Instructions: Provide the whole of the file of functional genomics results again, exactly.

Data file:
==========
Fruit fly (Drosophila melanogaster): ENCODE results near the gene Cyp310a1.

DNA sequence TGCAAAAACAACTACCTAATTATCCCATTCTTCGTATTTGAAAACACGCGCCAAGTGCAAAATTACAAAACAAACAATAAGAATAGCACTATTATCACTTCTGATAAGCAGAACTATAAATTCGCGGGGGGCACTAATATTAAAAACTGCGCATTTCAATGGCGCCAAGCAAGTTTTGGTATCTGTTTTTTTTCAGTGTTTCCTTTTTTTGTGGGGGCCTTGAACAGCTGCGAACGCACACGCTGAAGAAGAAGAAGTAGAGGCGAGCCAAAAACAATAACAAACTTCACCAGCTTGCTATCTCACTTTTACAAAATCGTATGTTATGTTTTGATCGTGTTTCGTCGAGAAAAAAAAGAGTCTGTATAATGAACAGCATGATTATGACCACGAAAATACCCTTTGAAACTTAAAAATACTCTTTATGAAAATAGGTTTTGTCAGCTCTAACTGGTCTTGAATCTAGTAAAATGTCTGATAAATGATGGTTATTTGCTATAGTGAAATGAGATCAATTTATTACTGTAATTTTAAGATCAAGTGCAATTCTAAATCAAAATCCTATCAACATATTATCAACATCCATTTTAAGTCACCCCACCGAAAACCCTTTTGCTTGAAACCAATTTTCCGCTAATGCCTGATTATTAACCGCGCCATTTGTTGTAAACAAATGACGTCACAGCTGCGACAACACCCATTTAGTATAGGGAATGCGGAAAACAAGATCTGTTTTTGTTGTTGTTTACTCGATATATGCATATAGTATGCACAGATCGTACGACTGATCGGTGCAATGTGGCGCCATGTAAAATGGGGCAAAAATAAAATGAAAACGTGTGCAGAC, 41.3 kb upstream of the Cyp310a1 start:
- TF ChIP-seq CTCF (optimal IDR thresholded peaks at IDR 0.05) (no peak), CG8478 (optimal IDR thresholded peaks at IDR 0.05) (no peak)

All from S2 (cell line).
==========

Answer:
Fruit fly (Drosophila melanogaster): ENCODE results near the gene Cyp310a1.

DNA sequence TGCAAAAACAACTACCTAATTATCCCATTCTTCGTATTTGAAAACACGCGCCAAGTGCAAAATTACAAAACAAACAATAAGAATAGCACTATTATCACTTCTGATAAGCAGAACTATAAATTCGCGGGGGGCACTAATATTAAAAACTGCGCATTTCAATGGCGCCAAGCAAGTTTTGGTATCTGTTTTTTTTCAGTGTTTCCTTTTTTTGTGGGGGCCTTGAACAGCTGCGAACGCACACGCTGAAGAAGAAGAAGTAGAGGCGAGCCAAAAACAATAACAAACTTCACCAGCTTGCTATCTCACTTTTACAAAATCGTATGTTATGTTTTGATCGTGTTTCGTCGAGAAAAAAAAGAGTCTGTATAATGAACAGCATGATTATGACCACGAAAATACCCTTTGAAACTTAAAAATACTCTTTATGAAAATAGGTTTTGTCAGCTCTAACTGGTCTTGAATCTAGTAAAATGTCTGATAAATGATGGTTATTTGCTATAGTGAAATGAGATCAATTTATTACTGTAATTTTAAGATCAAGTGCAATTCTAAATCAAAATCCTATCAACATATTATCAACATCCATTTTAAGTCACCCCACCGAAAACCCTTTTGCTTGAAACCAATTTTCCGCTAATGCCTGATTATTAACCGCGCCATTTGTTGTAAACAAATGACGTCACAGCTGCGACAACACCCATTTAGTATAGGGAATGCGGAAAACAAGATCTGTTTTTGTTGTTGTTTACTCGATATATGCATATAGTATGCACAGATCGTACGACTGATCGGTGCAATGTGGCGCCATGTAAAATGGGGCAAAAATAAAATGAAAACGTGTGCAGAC, 41.3 kb upstream of the Cyp310a1 start:
- TF ChIP-seq CTCF (optimal IDR thresholded peaks at IDR 0.05) (no peak), CG8478 (optimal IDR thresholded peaks at IDR 0.05) (no peak)

All from S2 (cell line).